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Chennai: A city gone dry

Chennai, often regarded as ‘Detroit of India’ aspires to grow into a global economic hub. But its dreams and aspirations have come to a standstill as the city is having the worst water crisis in its history. The four main reservoirs of the city have gone dry, owing to absence of rain in last 200 days, barring a few

drops in last week and it has caught the city in a catch-22 situation. But is it the erratic monsoon that caused this menace? Or is it a mere excuse of our satraps just to pass the bucks and avoid the onus of them? Bit of both perhaps.

In the yore, water scarcity in Western Rajasthan or North-Western Gujarat or Central India was a familiar phenomenon, but in the other parts of the country was a few and far between occurrence. But how could Chennai, situated in Coromandel Coast, that is supposed to get rain twice a year, both by south-west monsoon and retreating monsoon possibly go dry? It was less than four years ago, the city was hit with one of the most severe floods, and the excess water from same reservoirs had to be released. It was the siltation of the reservoirs and encroachment of the wetlands and catchment areas in the city that caused the flood and it is the same reason that resulted into the drought like situation. For the sake of urbanization, in last few years over 300 lakes in Chennai have disappeared. Early this year, when water tankers in Chennai began to replace the piped water in many areas, it was a clear warning sign which many have failed to be perceive. Now, people are spending a fourth of their income over the water, though the supply is erratic and people have to stand in queue from midnight to have a few pots of water. Nobody has been spared – the water crisis has brought the rich and poor, homes and industries to their knees. The city’s famous IT hub, which is heavily dependent upon water tankers, took the worst hit. Most of the companies have advised the employees to work from home. The hotel and construction works are also hit most. The restaurants are planning to stop offering lunch in order to save a few drops.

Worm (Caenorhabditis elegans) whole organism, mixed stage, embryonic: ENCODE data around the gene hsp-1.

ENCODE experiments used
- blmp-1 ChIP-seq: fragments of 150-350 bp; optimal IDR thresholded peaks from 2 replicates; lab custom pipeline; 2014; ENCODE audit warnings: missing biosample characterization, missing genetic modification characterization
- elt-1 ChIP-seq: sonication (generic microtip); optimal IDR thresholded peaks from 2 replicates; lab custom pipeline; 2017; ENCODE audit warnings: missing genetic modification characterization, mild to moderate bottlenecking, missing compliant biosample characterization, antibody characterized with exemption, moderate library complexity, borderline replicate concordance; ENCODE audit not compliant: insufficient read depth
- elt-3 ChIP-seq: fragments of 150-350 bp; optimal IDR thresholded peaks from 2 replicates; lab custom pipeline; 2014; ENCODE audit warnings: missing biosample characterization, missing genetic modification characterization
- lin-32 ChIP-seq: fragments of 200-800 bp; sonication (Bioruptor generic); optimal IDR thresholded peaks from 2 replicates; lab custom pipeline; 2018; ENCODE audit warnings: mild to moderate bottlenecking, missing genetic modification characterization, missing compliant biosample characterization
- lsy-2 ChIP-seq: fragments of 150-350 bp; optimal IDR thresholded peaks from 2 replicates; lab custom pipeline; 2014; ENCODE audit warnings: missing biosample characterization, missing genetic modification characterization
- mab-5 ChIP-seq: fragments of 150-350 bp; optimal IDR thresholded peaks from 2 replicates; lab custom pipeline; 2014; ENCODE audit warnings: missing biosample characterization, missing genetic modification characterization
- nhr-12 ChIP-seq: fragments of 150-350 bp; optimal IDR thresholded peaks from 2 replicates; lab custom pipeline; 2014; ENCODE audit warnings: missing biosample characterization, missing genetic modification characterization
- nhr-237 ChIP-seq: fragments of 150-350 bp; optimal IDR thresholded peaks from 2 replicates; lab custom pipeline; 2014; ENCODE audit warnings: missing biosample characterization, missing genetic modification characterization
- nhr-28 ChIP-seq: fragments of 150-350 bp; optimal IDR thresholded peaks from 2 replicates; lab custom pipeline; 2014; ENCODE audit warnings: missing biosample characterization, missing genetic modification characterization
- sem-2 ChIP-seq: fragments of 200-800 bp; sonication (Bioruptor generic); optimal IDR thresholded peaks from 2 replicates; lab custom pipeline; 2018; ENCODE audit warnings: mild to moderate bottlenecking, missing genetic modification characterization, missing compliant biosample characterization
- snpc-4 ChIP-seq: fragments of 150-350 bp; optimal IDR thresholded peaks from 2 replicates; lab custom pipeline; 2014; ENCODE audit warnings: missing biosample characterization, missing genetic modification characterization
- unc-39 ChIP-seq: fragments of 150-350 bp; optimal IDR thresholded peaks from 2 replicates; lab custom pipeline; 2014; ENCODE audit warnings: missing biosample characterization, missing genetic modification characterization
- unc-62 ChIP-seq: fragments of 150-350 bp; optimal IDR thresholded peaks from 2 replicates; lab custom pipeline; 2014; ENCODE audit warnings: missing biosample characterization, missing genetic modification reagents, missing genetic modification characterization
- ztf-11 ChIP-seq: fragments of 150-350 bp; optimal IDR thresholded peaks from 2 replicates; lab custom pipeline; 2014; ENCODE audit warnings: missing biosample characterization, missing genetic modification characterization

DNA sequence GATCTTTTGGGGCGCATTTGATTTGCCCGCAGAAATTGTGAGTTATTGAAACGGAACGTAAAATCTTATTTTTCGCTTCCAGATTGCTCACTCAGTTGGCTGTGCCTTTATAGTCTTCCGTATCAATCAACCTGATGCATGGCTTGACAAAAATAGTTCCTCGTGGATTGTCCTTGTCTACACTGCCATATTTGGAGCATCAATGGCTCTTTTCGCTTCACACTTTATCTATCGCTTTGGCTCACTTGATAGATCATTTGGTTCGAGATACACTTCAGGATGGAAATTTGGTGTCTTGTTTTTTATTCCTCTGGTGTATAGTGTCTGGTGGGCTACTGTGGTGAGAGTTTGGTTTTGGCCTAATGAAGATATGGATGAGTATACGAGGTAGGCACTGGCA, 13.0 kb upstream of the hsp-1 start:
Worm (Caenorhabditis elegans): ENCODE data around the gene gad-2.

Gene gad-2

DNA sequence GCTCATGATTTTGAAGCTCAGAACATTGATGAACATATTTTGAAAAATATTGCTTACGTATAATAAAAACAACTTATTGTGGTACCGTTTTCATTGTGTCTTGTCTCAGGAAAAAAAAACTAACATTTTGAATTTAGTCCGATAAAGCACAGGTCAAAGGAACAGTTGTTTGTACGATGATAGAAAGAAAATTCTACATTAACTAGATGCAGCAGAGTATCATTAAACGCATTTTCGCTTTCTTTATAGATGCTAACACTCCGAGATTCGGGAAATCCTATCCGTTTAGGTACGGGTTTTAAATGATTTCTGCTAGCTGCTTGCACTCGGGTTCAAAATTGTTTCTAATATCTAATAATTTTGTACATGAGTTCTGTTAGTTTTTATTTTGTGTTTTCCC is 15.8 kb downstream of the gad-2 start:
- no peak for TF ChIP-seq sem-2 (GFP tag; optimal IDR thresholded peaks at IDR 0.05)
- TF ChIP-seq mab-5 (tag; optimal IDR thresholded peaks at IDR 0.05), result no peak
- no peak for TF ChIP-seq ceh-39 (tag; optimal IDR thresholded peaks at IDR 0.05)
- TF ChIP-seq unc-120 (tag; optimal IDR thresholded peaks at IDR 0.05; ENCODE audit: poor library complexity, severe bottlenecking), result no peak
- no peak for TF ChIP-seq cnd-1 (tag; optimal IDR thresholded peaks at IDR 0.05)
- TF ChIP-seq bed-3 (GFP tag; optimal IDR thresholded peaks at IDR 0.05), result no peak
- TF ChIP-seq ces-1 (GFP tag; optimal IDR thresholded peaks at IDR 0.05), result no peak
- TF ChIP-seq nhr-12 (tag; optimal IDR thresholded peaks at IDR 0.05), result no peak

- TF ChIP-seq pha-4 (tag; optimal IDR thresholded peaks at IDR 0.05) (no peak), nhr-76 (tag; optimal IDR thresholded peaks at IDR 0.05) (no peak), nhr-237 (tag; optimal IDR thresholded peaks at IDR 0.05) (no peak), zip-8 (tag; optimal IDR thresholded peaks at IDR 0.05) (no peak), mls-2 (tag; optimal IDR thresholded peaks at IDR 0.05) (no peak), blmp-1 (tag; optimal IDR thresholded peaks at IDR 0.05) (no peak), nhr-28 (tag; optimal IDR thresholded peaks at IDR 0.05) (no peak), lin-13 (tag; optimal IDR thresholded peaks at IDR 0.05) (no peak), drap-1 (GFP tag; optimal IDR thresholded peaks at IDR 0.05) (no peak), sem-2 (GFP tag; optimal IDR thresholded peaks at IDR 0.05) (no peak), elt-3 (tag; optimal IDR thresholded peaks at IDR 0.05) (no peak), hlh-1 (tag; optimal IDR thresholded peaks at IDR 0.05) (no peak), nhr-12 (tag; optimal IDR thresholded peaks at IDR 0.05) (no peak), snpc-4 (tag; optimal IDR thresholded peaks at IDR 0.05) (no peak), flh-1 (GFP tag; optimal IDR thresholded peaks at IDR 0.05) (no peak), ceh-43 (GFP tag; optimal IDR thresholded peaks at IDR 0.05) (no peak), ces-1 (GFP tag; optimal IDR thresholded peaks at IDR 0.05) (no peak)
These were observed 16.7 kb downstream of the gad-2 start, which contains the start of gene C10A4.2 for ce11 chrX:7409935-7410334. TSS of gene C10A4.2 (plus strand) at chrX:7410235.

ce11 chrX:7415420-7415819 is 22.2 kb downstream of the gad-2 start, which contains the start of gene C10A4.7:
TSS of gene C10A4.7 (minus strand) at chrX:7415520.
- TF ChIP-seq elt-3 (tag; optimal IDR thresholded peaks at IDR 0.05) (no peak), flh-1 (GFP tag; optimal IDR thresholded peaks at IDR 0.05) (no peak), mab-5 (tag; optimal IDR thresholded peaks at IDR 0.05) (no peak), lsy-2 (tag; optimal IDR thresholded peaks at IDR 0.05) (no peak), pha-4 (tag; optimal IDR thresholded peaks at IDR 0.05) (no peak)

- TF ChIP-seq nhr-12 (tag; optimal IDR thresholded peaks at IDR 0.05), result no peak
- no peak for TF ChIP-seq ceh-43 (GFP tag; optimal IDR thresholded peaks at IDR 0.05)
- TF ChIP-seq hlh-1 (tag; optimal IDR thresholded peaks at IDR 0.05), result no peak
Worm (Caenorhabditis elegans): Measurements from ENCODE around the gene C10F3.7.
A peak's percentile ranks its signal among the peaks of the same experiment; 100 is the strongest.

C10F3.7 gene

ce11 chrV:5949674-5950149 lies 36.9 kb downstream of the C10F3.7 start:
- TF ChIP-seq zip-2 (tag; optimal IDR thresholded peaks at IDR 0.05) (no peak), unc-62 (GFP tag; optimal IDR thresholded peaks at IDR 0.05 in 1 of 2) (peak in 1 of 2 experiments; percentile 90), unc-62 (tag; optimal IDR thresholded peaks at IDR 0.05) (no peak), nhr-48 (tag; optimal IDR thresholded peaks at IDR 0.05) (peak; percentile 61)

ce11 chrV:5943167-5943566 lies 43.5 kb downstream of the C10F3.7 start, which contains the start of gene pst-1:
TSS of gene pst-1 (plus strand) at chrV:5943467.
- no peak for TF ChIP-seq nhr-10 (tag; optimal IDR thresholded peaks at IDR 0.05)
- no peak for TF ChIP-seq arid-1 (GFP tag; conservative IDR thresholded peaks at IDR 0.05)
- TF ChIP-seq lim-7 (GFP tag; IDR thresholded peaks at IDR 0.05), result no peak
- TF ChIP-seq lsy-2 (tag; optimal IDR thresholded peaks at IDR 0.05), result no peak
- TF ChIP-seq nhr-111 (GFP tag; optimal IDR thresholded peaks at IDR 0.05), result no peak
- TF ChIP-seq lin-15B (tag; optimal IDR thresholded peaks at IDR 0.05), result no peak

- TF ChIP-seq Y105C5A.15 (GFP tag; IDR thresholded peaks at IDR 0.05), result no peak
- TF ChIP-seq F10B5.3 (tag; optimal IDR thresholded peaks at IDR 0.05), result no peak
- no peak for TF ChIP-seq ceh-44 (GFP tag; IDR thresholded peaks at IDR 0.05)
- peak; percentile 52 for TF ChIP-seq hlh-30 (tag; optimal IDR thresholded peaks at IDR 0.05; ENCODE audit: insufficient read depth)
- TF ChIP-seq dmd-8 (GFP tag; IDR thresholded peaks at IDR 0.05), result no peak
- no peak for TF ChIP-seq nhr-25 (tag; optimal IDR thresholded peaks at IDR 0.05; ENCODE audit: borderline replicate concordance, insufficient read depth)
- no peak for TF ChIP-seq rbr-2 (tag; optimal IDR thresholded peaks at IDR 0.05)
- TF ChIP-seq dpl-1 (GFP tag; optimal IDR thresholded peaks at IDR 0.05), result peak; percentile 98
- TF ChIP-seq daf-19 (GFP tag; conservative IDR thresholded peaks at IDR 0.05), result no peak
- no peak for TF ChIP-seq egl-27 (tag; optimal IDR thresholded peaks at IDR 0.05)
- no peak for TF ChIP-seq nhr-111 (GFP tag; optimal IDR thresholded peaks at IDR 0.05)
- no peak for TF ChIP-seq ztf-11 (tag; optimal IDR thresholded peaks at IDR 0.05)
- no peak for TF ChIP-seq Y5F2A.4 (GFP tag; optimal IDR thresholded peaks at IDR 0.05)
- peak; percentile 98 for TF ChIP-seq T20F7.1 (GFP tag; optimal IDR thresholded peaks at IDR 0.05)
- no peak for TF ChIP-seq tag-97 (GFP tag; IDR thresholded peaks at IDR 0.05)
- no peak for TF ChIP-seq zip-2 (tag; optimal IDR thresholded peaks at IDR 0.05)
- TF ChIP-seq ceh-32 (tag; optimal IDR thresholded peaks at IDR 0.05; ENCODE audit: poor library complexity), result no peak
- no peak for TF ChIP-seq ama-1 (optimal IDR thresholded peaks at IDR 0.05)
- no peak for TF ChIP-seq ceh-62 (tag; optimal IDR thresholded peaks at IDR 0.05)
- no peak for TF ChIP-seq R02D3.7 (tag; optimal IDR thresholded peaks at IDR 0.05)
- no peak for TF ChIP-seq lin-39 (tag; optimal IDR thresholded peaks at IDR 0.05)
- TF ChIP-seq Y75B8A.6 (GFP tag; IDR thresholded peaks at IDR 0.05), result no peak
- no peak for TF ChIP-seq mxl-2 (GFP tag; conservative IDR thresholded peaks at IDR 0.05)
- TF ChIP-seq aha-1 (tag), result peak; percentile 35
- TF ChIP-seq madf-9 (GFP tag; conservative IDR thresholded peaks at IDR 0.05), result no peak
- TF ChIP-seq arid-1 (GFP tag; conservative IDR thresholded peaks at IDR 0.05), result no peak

The state govt. has called this water scarcity “exaggerated” and took a few measures to break this cul-desac. Water from desalination plants and from Vellore district is being brought to Chennai. Kerala has also offered wagons of water, which has been accepted by Tamil Nadu govt. But is it not this tendency to solve any problem by fire-fighting strategy rather than a properly planned systematized solution that is causing this sort of perils? 

Rain Water Harvesting (RWH) was proposed in Chennai in way back in 2000 and supposed to be implemented since 2003. And here we are sixteen years later, back to square one without a single govt. building in Chennai with RWH facility. In a nutshell, it is the failure of the water governance coupled with a truant monsoon that has left the city high and dry.

What is happening in Chennai might only be the tip of the iceberg. According to the NITI Aayog report, 21 cities including Delhi, Bengaluru, Hyderabad and Chennai will run out of ground water by 2020. So, a much larger threat is looming over the whole country that needs holistic and widely resonant solutions. After the election, there was scepticism about whether the newly formed govt. will address the issue properly or will it just provide the lip-service? 

In a welcome move, the central govt. has created a new ministry “Ministry of Jal Shakti” in order to counter this problem. It has been decided that every govt. building in Delhi will start rain water harvesting and in each electoral booth across the country, at least five saplings are to be planted. Tax on ground water uses except for agricultural uses was also proposed by the central govt. earlier as well as this year but that is yet to be materialized. Legislation of strict ground water uses along with public awareness, followed by proper implementation of the laws is what must be done to avoid the threat hovering like the Sword of Damocles.

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